Monthly Archives: December 2007

Freud’s pivot

This month’s PsychoSlut column is about Volume III of the Standard Edition: Early Psycho-Analytic Publications, which means it’s about the moment when Freud has, on the one hand, started to figure out repression, but, on the other hand, still subscribes … Continue reading

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Sometimes, you only *think* they’re talking about you . . .

Last Thursday, “Lisa Douglas” published a Chronicle first-person narrative on “The Trailing Ex-Spouse”: The plight of the trailing spouse whose marriage subsequently dissolves and the former spouse (whom the dept. had hired first) moves on.  It’s usually difficult when a … Continue reading

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An interview about shyness

At Bookslut this month, I have an interview with Christopher Lane about his new book, Shyness: How Normal Behavior Became a Sickness (Yale UP, 2007).  From the interview: You have a great deal of fun with the psychiatrists for their … Continue reading

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Book review: Part of the World, by Robert Lopez

Yesterday’s mail brought a welcome break from holiday catalogs: contributor’s copies of Mid-American Review.  I’ve got a review of Robert Lopez’s terrific short novel, Part of the World (Calamari Press).   Here’s the opening: Part of the World is a gripping … Continue reading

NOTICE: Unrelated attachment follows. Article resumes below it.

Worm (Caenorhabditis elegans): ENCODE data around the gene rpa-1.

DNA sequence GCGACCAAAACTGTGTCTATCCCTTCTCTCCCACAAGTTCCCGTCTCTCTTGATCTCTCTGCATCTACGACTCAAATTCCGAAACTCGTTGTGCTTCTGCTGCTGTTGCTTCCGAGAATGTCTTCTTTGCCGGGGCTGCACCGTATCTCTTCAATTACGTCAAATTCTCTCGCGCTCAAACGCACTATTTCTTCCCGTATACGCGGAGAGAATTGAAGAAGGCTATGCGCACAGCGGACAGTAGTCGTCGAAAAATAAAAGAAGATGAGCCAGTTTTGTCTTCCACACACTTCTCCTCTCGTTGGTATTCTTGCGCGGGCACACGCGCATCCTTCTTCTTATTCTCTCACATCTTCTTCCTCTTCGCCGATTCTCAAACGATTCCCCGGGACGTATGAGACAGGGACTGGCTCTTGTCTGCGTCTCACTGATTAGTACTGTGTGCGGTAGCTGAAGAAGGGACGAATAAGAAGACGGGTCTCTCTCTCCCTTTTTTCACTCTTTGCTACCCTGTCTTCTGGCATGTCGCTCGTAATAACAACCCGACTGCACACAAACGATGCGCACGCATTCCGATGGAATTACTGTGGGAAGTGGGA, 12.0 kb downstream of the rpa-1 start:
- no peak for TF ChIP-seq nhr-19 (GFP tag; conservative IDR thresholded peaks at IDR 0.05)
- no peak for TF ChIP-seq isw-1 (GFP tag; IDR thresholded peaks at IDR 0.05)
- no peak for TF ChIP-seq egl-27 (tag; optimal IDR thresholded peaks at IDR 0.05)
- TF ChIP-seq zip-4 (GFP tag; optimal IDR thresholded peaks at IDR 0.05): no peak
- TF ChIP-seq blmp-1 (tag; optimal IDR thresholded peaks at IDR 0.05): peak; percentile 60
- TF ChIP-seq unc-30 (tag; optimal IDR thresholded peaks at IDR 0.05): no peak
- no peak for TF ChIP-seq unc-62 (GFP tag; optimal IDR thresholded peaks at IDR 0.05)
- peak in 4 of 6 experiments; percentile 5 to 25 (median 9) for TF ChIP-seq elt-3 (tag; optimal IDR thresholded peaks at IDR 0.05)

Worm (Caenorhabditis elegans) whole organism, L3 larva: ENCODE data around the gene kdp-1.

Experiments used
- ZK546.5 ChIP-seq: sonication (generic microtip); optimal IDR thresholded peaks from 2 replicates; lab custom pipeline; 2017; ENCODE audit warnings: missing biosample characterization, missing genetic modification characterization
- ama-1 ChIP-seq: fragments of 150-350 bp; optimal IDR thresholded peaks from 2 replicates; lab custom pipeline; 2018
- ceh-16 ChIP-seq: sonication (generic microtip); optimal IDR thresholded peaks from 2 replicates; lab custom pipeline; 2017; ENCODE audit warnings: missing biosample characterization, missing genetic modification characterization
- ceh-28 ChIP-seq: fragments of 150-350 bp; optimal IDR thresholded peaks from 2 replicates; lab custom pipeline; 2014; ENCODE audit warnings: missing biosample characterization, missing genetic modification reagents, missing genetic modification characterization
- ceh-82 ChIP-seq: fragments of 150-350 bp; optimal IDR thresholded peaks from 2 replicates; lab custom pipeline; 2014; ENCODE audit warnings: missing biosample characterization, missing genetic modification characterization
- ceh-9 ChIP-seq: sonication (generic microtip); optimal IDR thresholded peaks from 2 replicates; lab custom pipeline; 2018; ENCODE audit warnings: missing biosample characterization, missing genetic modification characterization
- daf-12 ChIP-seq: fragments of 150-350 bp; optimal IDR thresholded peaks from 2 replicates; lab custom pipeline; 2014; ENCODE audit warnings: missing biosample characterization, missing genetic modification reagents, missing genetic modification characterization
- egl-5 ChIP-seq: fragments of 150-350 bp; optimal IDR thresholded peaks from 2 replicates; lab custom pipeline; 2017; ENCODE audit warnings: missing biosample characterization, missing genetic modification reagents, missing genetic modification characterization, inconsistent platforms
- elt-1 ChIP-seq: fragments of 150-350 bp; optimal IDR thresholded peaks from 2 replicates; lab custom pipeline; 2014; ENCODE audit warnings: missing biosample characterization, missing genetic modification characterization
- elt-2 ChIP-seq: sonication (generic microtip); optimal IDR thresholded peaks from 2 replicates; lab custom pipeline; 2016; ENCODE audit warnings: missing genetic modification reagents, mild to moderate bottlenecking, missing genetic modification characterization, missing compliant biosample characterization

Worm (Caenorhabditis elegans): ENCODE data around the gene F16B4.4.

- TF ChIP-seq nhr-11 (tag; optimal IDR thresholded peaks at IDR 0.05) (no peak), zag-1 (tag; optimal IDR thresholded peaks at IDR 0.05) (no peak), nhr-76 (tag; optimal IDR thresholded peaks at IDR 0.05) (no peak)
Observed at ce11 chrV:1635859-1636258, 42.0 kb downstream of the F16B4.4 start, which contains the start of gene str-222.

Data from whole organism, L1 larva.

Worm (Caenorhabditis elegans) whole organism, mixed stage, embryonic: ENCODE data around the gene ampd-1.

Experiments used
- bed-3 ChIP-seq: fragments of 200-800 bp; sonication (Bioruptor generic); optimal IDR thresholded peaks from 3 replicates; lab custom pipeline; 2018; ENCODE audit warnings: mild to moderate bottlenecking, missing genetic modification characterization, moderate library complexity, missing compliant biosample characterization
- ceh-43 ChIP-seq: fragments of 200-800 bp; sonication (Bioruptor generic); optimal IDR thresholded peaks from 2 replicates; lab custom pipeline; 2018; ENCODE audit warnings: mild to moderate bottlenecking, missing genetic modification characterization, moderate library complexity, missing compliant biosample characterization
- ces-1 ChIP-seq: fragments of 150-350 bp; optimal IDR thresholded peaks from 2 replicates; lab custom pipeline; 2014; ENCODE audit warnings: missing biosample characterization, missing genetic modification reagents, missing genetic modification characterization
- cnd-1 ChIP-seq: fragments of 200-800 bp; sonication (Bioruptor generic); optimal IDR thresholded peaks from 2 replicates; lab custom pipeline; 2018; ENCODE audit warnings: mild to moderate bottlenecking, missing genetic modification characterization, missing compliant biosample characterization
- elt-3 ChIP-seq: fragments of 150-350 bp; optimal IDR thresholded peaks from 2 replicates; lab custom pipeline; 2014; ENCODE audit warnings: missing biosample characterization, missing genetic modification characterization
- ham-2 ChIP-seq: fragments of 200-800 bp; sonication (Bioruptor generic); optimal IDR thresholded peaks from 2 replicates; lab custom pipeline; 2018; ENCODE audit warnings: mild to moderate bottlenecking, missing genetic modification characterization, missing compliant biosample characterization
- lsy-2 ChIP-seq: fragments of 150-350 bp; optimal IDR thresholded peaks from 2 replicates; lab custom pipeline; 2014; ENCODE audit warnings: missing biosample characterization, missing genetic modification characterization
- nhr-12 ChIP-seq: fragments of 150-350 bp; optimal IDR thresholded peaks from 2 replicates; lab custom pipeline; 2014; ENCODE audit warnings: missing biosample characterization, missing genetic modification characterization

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Even that giant wooden horse can’t save you from your mother

It turns out that it’s bad karma to talk smack to your mother.  In the morning, when we were all going out to “shovel” the quarter-inch of snow so we could play basketball, The Little Man was slightly irritated about … Continue reading

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Book review: The Iron Whim, by Darren Wershler-Henry

At PopMatters this morning, I have a (slightly tardy) review of Darren Wershler-Henry’s recent book, The Iron Whim: A Fragmented History of Typewriting:  The Iron Whim‘s thesis is that the iconography of typewriting is almost preternaturally self-deconstructing. Typewriting produces the … Continue reading

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Dead Brits wish you happy Christmas

Via Paraphernalian, the Oxford Dictionary of National Biography advent calendar/contest.

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A note to future students: They put the dates on the readings for a reason

Attention future students in my Brit Lit II (and perhaps The Victorian Age) courses:  When it’s time to sit the exam on the Victorian period, you can count on the following question appearing as extra credit:  Why can’t Tennyson’s famous … Continue reading

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